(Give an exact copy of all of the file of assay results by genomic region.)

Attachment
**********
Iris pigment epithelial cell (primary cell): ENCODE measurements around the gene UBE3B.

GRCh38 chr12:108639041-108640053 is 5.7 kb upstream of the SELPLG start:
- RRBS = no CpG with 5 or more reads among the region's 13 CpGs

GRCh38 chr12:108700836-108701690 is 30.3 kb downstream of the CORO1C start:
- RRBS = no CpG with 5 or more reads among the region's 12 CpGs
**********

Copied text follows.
Iris pigment epithelial cell (primary cell): ENCODE measurements around the gene UBE3B.

GRCh38 chr12:108639041-108640053 is 5.7 kb upstream of the SELPLG start:
- RRBS = no CpG with 5 or more reads among the region's 13 CpGs

GRCh38 chr12:108700836-108701690 is 30.3 kb downstream of the CORO1C start:
- RRBS = no CpG with 5 or more reads among the region's 12 CpGs